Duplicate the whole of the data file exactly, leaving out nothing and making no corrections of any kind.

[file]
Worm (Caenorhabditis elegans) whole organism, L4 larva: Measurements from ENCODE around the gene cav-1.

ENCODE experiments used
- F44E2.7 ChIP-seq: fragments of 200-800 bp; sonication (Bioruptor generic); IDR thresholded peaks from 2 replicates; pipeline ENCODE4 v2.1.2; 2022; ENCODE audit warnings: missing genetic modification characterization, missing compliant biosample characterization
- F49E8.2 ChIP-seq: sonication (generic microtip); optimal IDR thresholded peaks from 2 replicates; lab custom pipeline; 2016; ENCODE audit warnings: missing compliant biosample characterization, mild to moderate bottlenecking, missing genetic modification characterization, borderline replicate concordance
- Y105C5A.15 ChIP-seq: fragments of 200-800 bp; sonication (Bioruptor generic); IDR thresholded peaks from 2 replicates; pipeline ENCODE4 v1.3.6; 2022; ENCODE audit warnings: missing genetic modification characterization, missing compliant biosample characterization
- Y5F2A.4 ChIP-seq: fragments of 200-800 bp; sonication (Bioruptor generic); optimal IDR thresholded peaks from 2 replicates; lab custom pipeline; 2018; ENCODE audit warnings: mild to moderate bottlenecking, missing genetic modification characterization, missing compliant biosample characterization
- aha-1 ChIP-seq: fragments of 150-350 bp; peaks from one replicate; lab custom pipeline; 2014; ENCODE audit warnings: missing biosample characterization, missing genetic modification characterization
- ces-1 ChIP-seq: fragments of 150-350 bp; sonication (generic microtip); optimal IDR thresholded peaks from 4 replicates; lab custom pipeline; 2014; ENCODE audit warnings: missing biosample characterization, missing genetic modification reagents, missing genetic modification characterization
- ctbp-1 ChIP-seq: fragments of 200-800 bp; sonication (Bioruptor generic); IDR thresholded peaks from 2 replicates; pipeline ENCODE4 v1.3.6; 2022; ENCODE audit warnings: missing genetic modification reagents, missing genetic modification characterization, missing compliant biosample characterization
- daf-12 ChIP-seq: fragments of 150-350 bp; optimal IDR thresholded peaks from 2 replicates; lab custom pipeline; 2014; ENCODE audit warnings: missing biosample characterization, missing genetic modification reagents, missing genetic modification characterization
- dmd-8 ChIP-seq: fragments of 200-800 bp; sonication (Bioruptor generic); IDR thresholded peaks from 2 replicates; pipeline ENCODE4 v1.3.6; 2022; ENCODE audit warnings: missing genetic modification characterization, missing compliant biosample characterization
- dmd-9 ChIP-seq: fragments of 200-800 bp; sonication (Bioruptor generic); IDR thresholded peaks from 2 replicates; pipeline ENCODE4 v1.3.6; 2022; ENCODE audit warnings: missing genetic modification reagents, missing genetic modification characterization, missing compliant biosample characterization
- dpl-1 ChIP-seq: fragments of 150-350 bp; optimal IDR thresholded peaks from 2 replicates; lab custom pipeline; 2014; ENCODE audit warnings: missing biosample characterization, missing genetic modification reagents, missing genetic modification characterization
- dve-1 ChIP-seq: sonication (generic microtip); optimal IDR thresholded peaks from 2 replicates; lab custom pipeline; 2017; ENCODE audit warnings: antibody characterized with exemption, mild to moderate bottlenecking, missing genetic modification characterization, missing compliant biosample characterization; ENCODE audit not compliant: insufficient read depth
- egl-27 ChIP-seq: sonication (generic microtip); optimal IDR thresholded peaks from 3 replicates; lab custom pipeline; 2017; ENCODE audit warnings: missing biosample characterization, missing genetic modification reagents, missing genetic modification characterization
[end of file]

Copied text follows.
Worm (Caenorhabditis elegans) whole organism, L4 larva: Measurements from ENCODE around the gene cav-1.

ENCODE experiments used
- F44E2.7 ChIP-seq: fragments of 200-800 bp; sonication (Bioruptor generic); IDR thresholded peaks from 2 replicates; pipeline ENCODE4 v2.1.2; 2022; ENCODE audit warnings: missing genetic modification characterization, missing compliant biosample characterization
- F49E8.2 ChIP-seq: sonication (generic microtip); optimal IDR thresholded peaks from 2 replicates; lab custom pipeline; 2016; ENCODE audit warnings: missing compliant biosample characterization, mild to moderate bottlenecking, missing genetic modification characterization, borderline replicate concordance
- Y105C5A.15 ChIP-seq: fragments of 200-800 bp; sonication (Bioruptor generic); IDR thresholded peaks from 2 replicates; pipeline ENCODE4 v1.3.6; 2022; ENCODE audit warnings: missing genetic modification characterization, missing compliant biosample characterization
- Y5F2A.4 ChIP-seq: fragments of 200-800 bp; sonication (Bioruptor generic); optimal IDR thresholded peaks from 2 replicates; lab custom pipeline; 2018; ENCODE audit warnings: mild to moderate bottlenecking, missing genetic modification characterization, missing compliant biosample characterization
- aha-1 ChIP-seq: fragments of 150-350 bp; peaks from one replicate; lab custom pipeline; 2014; ENCODE audit warnings: missing biosample characterization, missing genetic modification characterization
- ces-1 ChIP-seq: fragments of 150-350 bp; sonication (generic microtip); optimal IDR thresholded peaks from 4 replicates; lab custom pipeline; 2014; ENCODE audit warnings: missing biosample characterization, missing genetic modification reagents, missing genetic modification characterization
- ctbp-1 ChIP-seq: fragments of 200-800 bp; sonication (Bioruptor generic); IDR thresholded peaks from 2 replicates; pipeline ENCODE4 v1.3.6; 2022; ENCODE audit warnings: missing genetic modification reagents, missing genetic modification characterization, missing compliant biosample characterization
- daf-12 ChIP-seq: fragments of 150-350 bp; optimal IDR thresholded peaks from 2 replicates; lab custom pipeline; 2014; ENCODE audit warnings: missing biosample characterization, missing genetic modification reagents, missing genetic modification characterization
- dmd-8 ChIP-seq: fragments of 200-800 bp; sonication (Bioruptor generic); IDR thresholded peaks from 2 replicates; pipeline ENCODE4 v1.3.6; 2022; ENCODE audit warnings: missing genetic modification characterization, missing compliant biosample characterization
- dmd-9 ChIP-seq: fragments of 200-800 bp; sonication (Bioruptor generic); IDR thresholded peaks from 2 replicates; pipeline ENCODE4 v1.3.6; 2022; ENCODE audit warnings: missing genetic modification reagents, missing genetic modification characterization, missing compliant biosample characterization
- dpl-1 ChIP-seq: fragments of 150-350 bp; optimal IDR thresholded peaks from 2 replicates; lab custom pipeline; 2014; ENCODE audit warnings: missing biosample characterization, missing genetic modification reagents, missing genetic modification characterization
- dve-1 ChIP-seq: sonication (generic microtip); optimal IDR thresholded peaks from 2 replicates; lab custom pipeline; 2017; ENCODE audit warnings: antibody characterized with exemption, mild to moderate bottlenecking, missing genetic modification characterization, missing compliant biosample characterization; ENCODE audit not compliant: insufficient read depth
- egl-27 ChIP-seq: sonication (generic microtip); optimal IDR thresholded peaks from 3 replicates; lab custom pipeline; 2017; ENCODE audit warnings: missing biosample characterization, missing genetic modification reagents, missing genetic modification characterization